POWERS OF ATTORNEY


Key points | What is a Power of Attorney? | Why create a Power of Attorney? | Enduring Power of Attorney | Medical Enduring Power of Attorney | Supportive Attorney | Where to get help | How we can help | More to explore | Download PDF

Key points

  • A Power of Attorney is a legal document that allows you to appoint another person to act on your behalf in legal, financial, medical and lifestyle matters
  • Powers of Attorney give you choice and control by allowing you to appoint others to help you when you need it most

This information outlines the financial, legal, medical and personal considerations of selecting a Power of Attorney.

What is a Power of Attorney?

A Power of Attorney is a legal document that allows you (the donor) to appoint another person (the ‘Attorney’, or ‘Medical Agent’) to act on your behalf in legal, financial, medical and lifestyle matters.

By appointing a Power of Attorney you’re not giving away your rights. You retain your right to act while you’re able to.

Why create a Power of Attorney?

Consider the following:

  • A Will deals with the administration and distribution of your estate after death, but what if you need someone to assist you to make decisions during your lifetime?
  • What if you have an accident, an illness or other trauma that incapacitates you?
  • How do you ensure that your legal, financial, medical and day-to-day matters are managed if you can’t do them for yourself?
  • A Power of Attorney allows you to appoint others to help you when you need it most.

Types of Powers of Attorney

In Victoria there are three different Powers of Attorney:

  1. Enduring Power of Attorney
  2. Medical Enduring Power of Attorney
  3. Supportive Attorney

Enduring Power of Attorney

An Enduring Power of Attorney is a document that appoints another person to make legal, financial and personal decisions on your behalf. Unless you specifically limit the Attorney’s powers the authority granted to the Attorney will be wide.

The kinds of decisions authorised include:

  • the sale and purchase of real estate and other assets
  • transactions on your bank accounts including withdrawals and deposits
  • the payment of bills and other liabilities
  • liaising with professional advisers
  • health care matters including consent to medical treatment and access to support services, and where and with whom you live. An Enduring Power of Attorney cannot refuse medical treatment on your behalf.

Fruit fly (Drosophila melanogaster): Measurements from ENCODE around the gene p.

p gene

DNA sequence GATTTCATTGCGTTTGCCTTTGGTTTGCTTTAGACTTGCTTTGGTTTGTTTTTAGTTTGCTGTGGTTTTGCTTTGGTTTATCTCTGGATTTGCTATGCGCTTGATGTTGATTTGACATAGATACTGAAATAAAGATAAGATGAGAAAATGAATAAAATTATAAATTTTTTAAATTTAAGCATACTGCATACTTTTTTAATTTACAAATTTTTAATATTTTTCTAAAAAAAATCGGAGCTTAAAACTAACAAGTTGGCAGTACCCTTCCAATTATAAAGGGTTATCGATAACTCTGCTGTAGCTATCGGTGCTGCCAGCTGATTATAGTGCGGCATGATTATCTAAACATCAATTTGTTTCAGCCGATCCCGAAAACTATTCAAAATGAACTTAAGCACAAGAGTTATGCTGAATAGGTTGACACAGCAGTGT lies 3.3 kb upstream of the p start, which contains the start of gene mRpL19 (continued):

The authority given to an Attorney continues even after you have lost capacity.

By appointing a Power of Attorney you’re not giving away your rights. You retain your right to act while you’re able to.

Things to think about when making an Enduring Power of Attorney:

  • Who to appoint. It should be someone you trust completely.
  • How many attorneys you want to appoint (you can nominate more than one).
  • If you’re appointing multiple attorneys can they act separately, or must they always act jointly?
  • When does their authority start? Does it start as soon as you sign the document or at a later stage (such as when you lose capacity)?
  • Do you want to limit their authority or are you happy for them to do whatever they need to do for your benefit?
  • Do you want your attorney to benefit from their position (allowing a potential conflict)?
  • Is your attorney permitted to benefit others (eg your dependants)?
  • What other limitations or conditions do you want to impose?

Medical Enduring Power of Attorney

A Medical Enduring Power of Attorney is appointed to make medical decisions on your behalf.

The areas covered by the Medical Enduring Power of Attorney include the following:

  • consent to medical or dental treatment; and
  • whether to refuse medical treatment.

Things to think about when making a Medical Enduring Power of Attorney:

  • Who to appoint. It has to be someone you trust completely.
  • Whether you want to appoint an alternate medical agent.
  • What (if any) instructions you want to prepare for your medical agent.

Your medical agent can only act if you have lost capacity and cannot act for yourself.

Supportive Attorney

You can appoint a Supportive Attorney to do the following:

  • access or provide information about you to organisations that you need to deal with (financial institutions, hospitals and other service providers).
  • communicate on your behalf with these organisations.
  • follow through decisions that you’ve made but can’t carry out for yourself.
  • The Supportive Attorney can act in matters about personal and financial affairs, for example:
  • doing your banking
  • paying bills (utility bills, taxes)
  • accessing information for you
  • health care issues and access to support services
  • other lifestyle decisions, and
  • entering into a residential tenancy agreement.

A Supportive Attorney cannot carry out significant financial transactions.

You can also appoint an alternate Supportive Attorney.

The authority given to a Supportive Attorney ceases when you lose capacity. If you want another person to continue making decisions when you’ve lost capacity you need to prepare an Enduring Power of Attorney.

Where to get help

  • Your doctor
  • Legal adviser
  • Musculoskeletal Australia
    MSK Help Line: 1800 263 265

How we can help

Call our MSK Help Line and speak to our nurses.Phone 1800 263 265 or email helpline@msk.org.au

We can help you find out more about :

More to explore

Download this information sheet (PDF).

Produced in partnership with Maurice Blackburn Lawyers.



Musculoskeletal Australia (or MSK) is the consumer organisation working with, and advocating on behalf of, people with arthritis, osteoporosis, back pain, gout and over 150 other musculoskeletal conditions.

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